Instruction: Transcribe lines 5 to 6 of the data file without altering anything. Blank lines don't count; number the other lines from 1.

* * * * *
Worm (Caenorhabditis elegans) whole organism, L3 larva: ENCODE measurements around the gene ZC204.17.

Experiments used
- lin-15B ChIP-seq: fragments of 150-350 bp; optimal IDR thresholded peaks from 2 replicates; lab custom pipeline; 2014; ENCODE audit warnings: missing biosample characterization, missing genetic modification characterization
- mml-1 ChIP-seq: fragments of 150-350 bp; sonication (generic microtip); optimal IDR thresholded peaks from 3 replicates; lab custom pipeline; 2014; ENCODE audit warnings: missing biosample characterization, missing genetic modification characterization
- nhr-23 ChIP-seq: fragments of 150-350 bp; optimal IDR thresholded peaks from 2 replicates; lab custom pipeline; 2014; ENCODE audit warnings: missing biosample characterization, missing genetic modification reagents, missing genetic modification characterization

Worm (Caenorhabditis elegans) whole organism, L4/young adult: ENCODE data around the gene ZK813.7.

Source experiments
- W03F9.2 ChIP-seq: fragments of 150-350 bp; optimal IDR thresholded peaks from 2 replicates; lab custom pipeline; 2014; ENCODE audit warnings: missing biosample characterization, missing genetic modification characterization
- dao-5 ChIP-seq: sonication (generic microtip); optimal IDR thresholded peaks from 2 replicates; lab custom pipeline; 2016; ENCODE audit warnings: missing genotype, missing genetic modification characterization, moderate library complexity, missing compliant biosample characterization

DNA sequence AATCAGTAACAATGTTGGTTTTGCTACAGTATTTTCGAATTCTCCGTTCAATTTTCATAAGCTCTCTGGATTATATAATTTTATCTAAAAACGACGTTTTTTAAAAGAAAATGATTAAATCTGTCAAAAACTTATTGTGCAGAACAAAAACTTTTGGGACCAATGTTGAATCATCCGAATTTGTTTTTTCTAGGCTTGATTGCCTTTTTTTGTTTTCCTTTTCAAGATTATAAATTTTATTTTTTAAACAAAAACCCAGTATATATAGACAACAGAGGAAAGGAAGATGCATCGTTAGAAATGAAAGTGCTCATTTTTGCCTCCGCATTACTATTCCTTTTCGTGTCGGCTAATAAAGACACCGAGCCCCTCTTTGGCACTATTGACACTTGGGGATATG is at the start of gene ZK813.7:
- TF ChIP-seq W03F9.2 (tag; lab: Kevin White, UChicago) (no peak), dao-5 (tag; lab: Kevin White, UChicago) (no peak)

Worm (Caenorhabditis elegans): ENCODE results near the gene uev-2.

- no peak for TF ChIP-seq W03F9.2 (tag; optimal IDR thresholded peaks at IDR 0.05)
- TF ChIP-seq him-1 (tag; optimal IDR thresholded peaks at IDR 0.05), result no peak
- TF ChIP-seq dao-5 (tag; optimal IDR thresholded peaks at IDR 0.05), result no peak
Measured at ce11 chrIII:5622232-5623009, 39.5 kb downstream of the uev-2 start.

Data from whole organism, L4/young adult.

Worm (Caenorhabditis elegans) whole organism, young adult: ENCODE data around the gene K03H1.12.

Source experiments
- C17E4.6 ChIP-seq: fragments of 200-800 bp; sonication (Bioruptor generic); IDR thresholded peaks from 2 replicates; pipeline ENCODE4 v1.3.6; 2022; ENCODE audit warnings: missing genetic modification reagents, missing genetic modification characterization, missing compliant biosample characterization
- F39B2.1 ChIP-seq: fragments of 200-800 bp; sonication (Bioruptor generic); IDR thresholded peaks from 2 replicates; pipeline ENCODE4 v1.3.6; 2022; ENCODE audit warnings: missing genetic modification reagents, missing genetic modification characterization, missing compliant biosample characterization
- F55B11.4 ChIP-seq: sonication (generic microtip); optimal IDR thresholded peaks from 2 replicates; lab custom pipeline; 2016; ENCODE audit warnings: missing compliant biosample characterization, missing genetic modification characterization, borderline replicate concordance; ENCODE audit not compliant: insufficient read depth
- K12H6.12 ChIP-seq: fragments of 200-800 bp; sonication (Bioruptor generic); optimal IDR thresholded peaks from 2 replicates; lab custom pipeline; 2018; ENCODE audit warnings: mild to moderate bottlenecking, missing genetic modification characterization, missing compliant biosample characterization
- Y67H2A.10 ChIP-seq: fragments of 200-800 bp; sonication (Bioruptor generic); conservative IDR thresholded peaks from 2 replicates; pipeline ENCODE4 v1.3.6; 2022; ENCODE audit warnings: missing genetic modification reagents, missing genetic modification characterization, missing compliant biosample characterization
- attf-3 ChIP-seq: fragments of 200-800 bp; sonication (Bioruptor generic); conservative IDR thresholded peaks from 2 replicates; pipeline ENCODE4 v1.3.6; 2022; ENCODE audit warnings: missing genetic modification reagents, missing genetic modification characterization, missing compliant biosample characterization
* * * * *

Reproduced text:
- nhr-23 ChIP-seq: fragments of 150-350 bp; optimal IDR thresholded peaks from 2 replicates; lab custom pipeline; 2014; ENCODE audit warnings: missing biosample characterization, missing genetic modification reagents, missing genetic modification characterization

Worm (Caenorhabditis elegans) whole organism, L4/young adult: ENCODE data around the gene ZK813.7.